Yes for $50 that’s ok (although I agree you have the risk of it being stolen) but I’m talking about for larger sums–like portlandia’s case of considering giving someone enough for an airplane ticket.  Taking care of someone’s rent for a month when they have a financial crisis.  Etc.  I’m thinking like some sort of Zelle or Paypal service for anonymous personal giving.  I understand that there are barriers to this, but it would be interesting to figure it out.

    #179999 Reply
    Liked by portlandia
    legobikes legobikes 
    Participant
    Status: Physician
    Posts: 195
    Joined: 05/25/2017

    I remember this from Dear Zachary:

    https://www.theglobeandmail.com/news/national/psychiatrist-sanctioned-for-posting-patients-bail/article705362/

    Astonishing that a physician could be that stupid.

    Click to expand…

    Wow, I remember the story of Andrew Bagby’s murder when it happened in 2001.  I didn’t know the rest of this story or that someone made a movie about it.  I’ll have to check it out.

    Click to expand…

    Great documentary.

    #180017 Reply
     mainah 
    Participant
    Status: Advanced Practice Provider
    Posts: 24
    Joined: 10/04/2018
    Earnest refinancing bonus

    I just asked a 6 year old girl if she was excited for Christmas and she burst into tears saying “no presents this year, we only have money for food and gas.” Her dad said he had just been laid off from his manual labor job, and mom was disabled. I knew the family was dirt poor, doing the best they could, and not wasting money on cigarettes etc. I felt bad and Amazon Primed a couple toys anonymously for her and her brother because it was less than a week until Christmas and too late to sign them up for the charitable organizations. Well I guess there’s a way to write thank you notes electronically on Amazon with a number on a gift receipt and I got a really heartfelt letter saying how touched the family was. I am a softie when it comes to kids in poverty because they have no choice with their circumstances.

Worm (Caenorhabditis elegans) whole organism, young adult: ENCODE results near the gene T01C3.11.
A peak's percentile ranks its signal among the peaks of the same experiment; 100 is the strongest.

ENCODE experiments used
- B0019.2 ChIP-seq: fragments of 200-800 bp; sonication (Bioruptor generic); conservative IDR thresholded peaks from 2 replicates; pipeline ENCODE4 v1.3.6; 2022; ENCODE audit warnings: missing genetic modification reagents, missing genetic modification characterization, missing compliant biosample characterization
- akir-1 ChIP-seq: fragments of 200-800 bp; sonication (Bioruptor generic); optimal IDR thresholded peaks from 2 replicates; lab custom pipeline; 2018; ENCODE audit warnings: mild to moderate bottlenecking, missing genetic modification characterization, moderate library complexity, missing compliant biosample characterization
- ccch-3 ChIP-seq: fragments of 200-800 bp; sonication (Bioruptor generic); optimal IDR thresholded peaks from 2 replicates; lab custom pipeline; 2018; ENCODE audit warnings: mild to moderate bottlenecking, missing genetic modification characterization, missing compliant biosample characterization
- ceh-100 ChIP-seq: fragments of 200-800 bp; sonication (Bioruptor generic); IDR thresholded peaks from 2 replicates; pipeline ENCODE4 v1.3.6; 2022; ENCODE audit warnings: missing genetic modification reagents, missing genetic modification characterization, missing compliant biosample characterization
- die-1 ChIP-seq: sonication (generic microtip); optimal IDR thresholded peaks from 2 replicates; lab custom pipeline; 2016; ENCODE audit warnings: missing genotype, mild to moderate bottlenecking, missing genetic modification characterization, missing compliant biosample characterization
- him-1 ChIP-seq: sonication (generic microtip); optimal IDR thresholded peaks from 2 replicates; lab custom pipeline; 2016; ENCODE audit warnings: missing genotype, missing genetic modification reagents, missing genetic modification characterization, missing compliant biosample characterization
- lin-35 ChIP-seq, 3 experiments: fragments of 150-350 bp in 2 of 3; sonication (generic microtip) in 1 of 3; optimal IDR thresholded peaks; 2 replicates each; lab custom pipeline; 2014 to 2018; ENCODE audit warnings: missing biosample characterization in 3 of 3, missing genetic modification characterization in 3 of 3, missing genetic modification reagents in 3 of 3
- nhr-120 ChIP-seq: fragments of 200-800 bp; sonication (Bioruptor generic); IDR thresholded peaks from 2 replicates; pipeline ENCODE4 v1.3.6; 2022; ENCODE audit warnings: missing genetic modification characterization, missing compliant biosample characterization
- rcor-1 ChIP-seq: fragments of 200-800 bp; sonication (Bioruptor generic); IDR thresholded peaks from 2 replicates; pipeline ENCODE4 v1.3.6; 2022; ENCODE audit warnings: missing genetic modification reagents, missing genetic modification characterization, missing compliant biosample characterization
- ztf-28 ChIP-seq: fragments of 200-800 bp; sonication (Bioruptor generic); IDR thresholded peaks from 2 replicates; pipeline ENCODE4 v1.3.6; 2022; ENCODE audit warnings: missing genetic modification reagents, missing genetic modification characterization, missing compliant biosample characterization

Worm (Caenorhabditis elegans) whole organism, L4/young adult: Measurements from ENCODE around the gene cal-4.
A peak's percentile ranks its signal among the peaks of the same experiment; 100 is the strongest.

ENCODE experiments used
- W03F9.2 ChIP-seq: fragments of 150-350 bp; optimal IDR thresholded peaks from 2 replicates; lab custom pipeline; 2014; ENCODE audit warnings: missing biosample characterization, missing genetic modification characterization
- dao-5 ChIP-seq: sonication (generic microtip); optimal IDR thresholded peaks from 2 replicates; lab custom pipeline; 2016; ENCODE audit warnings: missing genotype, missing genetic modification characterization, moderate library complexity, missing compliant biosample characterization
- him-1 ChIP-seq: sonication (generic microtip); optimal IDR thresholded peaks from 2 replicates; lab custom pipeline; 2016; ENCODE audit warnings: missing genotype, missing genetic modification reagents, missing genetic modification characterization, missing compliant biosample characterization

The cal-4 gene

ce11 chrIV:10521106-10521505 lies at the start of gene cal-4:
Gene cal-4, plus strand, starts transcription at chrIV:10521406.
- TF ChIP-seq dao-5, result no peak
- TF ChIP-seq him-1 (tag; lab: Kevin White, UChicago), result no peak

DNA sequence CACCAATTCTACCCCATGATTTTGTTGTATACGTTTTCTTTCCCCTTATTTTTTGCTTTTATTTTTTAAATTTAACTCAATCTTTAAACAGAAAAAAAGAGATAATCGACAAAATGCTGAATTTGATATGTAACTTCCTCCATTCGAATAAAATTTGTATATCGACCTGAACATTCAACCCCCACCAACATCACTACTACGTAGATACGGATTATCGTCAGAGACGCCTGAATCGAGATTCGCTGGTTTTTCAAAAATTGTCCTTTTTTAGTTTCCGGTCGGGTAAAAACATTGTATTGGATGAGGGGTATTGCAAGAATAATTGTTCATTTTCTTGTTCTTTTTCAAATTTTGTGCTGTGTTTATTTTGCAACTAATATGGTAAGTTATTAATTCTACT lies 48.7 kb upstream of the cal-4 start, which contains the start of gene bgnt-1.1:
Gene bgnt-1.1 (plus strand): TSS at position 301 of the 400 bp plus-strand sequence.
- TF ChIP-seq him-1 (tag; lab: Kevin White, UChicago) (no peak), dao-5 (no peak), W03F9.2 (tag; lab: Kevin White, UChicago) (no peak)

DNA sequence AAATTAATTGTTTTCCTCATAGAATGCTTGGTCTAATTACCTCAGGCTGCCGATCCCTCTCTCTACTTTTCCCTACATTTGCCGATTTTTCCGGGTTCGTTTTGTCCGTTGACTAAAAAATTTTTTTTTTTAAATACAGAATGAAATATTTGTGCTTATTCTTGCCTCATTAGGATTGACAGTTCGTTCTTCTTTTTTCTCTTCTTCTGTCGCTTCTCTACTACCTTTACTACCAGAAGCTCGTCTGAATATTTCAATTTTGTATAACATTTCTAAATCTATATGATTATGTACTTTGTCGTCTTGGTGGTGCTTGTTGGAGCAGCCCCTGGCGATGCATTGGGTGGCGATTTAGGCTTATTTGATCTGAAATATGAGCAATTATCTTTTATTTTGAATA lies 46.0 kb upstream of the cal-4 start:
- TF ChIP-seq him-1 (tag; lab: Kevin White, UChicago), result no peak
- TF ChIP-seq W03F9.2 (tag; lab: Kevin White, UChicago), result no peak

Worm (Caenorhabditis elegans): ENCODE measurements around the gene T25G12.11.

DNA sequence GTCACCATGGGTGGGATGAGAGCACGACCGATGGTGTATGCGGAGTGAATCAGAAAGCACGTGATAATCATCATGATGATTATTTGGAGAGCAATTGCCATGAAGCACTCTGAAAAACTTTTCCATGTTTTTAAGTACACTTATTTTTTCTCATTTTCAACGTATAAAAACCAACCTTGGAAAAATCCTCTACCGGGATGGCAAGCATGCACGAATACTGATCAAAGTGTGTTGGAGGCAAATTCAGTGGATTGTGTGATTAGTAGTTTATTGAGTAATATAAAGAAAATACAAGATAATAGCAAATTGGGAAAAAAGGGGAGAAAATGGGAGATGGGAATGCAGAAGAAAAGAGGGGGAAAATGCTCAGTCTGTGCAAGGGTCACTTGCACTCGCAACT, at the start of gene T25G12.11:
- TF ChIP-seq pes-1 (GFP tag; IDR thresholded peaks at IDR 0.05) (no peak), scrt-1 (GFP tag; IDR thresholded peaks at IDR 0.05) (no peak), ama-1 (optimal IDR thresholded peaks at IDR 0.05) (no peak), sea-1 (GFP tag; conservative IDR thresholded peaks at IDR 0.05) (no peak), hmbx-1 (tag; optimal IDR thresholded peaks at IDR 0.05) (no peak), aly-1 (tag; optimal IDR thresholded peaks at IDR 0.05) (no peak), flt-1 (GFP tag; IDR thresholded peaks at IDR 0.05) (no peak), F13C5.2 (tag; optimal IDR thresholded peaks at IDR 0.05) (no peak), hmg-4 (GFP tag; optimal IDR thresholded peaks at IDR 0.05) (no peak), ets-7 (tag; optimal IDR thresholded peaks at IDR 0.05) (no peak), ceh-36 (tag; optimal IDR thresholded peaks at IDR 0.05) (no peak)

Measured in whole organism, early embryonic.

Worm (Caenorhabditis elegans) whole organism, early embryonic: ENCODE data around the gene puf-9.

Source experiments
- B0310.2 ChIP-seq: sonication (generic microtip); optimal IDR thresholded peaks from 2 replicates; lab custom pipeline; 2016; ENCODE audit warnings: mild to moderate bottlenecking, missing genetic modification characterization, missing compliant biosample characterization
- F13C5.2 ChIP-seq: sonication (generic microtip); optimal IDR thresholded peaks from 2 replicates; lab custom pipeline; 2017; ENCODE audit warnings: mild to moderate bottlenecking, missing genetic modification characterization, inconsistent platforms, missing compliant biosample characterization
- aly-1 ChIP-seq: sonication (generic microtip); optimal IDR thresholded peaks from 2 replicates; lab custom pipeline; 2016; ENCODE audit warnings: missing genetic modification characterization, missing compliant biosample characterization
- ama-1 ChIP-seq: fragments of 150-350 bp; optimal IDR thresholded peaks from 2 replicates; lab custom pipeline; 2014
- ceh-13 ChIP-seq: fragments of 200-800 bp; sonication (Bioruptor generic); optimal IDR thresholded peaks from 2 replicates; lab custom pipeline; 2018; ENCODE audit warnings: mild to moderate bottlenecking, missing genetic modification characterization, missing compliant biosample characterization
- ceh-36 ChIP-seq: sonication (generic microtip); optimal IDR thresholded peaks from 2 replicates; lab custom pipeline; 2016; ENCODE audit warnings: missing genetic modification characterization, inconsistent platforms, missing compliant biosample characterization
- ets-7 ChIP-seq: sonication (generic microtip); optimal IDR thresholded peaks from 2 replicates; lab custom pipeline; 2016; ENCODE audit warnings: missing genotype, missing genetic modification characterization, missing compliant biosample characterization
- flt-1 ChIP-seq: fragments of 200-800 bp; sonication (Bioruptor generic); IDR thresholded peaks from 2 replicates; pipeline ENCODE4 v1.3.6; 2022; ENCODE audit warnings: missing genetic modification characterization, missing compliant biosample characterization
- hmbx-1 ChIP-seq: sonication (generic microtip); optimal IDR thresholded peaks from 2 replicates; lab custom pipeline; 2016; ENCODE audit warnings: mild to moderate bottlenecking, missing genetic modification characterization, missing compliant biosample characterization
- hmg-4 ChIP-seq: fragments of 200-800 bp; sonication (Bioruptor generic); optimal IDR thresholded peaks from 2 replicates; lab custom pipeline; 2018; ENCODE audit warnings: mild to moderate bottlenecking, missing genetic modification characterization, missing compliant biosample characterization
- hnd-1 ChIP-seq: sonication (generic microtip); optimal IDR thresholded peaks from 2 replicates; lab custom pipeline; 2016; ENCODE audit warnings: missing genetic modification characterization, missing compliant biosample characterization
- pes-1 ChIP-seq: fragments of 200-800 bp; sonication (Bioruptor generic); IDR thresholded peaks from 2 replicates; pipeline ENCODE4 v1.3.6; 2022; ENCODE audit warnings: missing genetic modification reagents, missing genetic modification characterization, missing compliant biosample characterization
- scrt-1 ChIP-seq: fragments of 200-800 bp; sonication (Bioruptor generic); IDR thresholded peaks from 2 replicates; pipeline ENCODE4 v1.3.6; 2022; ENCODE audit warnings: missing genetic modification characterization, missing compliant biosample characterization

Once I paid for a patient’s potassium who needed it badly but didnt have the money for a week, except I was able to get it through our telepharmacy machine and tell her she had no copay. We had a patient with schizoaffective disorder and mild cognitive impairment who never made it in for his risperdal injections and was a PITA to manage because he was always getting in fights or threatening to hurt someone and people in the community would call and complain about him all the time to us, or he would call incessantly ranting about something. He was on the verge of being evicted at least twice. I told our care manager I would gladly double book him if he needed an injection and she would voluntarily pick him up and bring him in every 2 weeks. We baked him cakes on his birthday, gave him our soda cans from the break room to redeem, and I think she had to bribe him with ice cream at times to get him in, but by golly when he was consistently getting his injections our headache level dropped dramatically, he was way less of a threat to himself and the community, and was able to remain locally with his brothers (though more cognitively impaired than he) instead of a homeless shelter across the state.

    Working in a rural and geographically isolated area it was impossible to avoid situations like this, though I agree with others that I would never make it a habit and only did it for patients I knew well and knew genuinely needed the assistance, and anonymously as much as possible.

    #180642 Reply

Reply To: Have you ever given a patient money?

In case of a glitch or error, please save your text elsewhere, clear browser cache, close browser, open browser and refresh the page.

you're currently offline

Notifications Mark all as read  |  Clear